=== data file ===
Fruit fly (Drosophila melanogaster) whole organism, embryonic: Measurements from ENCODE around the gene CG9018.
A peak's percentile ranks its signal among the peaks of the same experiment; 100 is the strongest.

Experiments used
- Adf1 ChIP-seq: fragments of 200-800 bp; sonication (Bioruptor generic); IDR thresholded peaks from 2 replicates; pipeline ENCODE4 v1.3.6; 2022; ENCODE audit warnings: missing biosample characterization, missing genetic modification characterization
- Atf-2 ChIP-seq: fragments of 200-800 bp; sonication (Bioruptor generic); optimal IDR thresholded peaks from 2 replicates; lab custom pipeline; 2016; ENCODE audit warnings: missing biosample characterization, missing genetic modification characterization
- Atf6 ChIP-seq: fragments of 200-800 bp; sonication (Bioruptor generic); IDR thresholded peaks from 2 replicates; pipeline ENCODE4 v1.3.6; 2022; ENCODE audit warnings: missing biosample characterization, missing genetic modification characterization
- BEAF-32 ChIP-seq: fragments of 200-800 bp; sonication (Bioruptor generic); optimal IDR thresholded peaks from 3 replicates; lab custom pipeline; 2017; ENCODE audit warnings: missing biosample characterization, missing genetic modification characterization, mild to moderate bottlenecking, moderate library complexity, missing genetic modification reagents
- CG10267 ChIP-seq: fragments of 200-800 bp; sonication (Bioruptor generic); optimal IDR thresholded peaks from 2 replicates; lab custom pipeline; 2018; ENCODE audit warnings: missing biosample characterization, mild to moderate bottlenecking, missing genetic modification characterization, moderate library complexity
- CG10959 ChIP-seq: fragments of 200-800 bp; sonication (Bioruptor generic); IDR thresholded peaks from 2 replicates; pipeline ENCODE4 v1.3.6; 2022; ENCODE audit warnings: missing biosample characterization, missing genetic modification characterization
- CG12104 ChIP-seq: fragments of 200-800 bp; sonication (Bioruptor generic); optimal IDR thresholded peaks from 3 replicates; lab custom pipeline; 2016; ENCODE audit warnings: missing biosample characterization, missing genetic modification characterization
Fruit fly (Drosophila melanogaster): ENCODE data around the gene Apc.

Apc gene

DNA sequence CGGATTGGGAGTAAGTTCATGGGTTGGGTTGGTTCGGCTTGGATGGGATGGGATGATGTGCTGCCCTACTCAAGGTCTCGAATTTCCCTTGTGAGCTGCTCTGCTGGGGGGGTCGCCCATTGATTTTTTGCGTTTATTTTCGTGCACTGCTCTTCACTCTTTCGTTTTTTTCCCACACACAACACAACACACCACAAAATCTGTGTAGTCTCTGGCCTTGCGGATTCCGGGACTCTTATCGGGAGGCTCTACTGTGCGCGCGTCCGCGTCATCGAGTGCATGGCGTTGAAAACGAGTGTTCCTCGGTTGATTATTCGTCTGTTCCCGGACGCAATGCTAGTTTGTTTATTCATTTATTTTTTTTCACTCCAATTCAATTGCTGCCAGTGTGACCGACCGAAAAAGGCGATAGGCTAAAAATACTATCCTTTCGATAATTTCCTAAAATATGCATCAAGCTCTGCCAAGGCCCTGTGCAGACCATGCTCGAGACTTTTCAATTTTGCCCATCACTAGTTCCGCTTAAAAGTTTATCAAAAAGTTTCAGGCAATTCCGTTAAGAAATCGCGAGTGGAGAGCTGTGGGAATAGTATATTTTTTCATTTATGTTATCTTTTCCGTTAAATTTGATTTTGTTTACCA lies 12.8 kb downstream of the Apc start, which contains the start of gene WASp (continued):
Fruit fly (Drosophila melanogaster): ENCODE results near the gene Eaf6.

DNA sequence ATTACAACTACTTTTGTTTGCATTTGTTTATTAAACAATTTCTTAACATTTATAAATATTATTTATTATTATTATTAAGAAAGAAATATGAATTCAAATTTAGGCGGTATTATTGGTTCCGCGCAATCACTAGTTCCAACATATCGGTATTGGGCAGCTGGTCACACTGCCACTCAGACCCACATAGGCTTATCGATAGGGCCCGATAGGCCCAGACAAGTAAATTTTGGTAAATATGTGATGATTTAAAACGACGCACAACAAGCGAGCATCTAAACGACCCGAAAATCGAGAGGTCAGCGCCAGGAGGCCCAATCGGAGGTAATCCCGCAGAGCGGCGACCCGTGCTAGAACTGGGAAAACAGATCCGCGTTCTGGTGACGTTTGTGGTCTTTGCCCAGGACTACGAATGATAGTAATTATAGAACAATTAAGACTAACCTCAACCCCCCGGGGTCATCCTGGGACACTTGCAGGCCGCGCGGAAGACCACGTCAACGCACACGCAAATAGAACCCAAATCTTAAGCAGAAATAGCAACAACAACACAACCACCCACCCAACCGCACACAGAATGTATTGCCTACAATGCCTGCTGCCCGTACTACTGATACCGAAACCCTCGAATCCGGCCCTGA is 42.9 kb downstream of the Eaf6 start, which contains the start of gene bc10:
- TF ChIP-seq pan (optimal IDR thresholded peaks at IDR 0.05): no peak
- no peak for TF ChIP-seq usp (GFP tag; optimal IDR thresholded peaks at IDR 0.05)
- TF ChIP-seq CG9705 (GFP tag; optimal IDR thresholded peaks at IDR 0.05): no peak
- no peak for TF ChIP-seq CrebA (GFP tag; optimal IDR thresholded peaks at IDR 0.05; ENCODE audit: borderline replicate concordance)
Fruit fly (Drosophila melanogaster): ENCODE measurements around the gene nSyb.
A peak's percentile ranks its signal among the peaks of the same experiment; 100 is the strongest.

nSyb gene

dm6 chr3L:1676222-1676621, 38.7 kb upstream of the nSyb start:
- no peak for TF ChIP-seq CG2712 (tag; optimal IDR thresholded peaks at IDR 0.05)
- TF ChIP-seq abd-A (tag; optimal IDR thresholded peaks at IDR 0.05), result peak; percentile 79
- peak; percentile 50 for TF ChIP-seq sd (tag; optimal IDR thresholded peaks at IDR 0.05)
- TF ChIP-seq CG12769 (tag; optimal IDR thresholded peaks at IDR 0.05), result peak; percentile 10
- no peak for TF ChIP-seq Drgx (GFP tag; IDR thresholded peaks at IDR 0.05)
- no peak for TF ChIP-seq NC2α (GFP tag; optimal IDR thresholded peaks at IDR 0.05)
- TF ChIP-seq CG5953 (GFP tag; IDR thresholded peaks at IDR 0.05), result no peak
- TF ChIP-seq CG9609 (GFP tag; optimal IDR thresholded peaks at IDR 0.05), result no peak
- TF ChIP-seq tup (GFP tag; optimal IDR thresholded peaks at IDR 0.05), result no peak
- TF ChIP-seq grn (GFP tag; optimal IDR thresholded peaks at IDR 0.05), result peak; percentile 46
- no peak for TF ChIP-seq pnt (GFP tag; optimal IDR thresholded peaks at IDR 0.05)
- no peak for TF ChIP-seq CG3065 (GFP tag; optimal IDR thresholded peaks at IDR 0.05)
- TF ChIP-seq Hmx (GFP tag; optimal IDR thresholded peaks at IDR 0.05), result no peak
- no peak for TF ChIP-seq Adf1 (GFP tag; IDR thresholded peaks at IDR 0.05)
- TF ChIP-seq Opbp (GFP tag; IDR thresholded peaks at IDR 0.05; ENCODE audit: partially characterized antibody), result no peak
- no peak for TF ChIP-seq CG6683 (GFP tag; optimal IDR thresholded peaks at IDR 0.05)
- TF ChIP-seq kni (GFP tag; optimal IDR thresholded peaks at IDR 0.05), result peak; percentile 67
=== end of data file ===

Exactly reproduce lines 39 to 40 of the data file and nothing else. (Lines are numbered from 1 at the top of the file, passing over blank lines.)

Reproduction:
- no peak for TF ChIP-seq CG6683 (GFP tag; optimal IDR thresholded peaks at IDR 0.05)
- TF ChIP-seq kni (GFP tag; optimal IDR thresholded peaks at IDR 0.05), result peak; percentile 67